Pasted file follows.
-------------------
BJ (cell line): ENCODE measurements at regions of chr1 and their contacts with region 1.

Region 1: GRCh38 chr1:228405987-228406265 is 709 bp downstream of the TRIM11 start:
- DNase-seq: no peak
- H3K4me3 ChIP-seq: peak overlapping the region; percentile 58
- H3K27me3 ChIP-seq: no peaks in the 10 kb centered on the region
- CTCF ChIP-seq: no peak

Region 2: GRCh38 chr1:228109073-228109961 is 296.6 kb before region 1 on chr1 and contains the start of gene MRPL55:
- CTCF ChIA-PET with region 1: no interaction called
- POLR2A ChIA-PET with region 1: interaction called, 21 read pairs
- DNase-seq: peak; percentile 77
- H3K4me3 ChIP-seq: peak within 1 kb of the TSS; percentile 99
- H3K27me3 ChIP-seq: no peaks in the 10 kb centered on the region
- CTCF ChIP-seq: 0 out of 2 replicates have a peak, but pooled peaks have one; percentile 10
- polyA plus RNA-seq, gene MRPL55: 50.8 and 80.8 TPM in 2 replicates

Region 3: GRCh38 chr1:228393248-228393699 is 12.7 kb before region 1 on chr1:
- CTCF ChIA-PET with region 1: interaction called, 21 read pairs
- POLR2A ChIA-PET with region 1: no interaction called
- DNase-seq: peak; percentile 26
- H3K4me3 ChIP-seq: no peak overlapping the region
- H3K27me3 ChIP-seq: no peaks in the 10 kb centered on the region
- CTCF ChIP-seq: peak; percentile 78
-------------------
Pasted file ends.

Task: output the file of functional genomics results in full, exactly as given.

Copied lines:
BJ (cell line): ENCODE measurements at regions of chr1 and their contacts with region 1.

Region 1: GRCh38 chr1:228405987-228406265 is 709 bp downstream of the TRIM11 start:
- DNase-seq: no peak
- H3K4me3 ChIP-seq: peak overlapping the region; percentile 58
- H3K27me3 ChIP-seq: no peaks in the 10 kb centered on the region
- CTCF ChIP-seq: no peak

Region 2: GRCh38 chr1:228109073-228109961 is 296.6 kb before region 1 on chr1 and contains the start of gene MRPL55:
- CTCF ChIA-PET with region 1: no interaction called
- POLR2A ChIA-PET with region 1: interaction called, 21 read pairs
- DNase-seq: peak; percentile 77
- H3K4me3 ChIP-seq: peak within 1 kb of the TSS; percentile 99
- H3K27me3 ChIP-seq: no peaks in the 10 kb centered on the region
- CTCF ChIP-seq: 0 out of 2 replicates have a peak, but pooled peaks have one; percentile 10
- polyA plus RNA-seq, gene MRPL55: 50.8 and 80.8 TPM in 2 replicates

Region 3: GRCh38 chr1:228393248-228393699 is 12.7 kb before region 1 on chr1:
- CTCF ChIA-PET with region 1: interaction called, 21 read pairs
- POLR2A ChIA-PET with region 1: no interaction called
- DNase-seq: peak; percentile 26
- H3K4me3 ChIP-seq: no peak overlapping the region
- H3K27me3 ChIP-seq: no peaks in the 10 kb centered on the region
- CTCF ChIP-seq: peak; percentile 78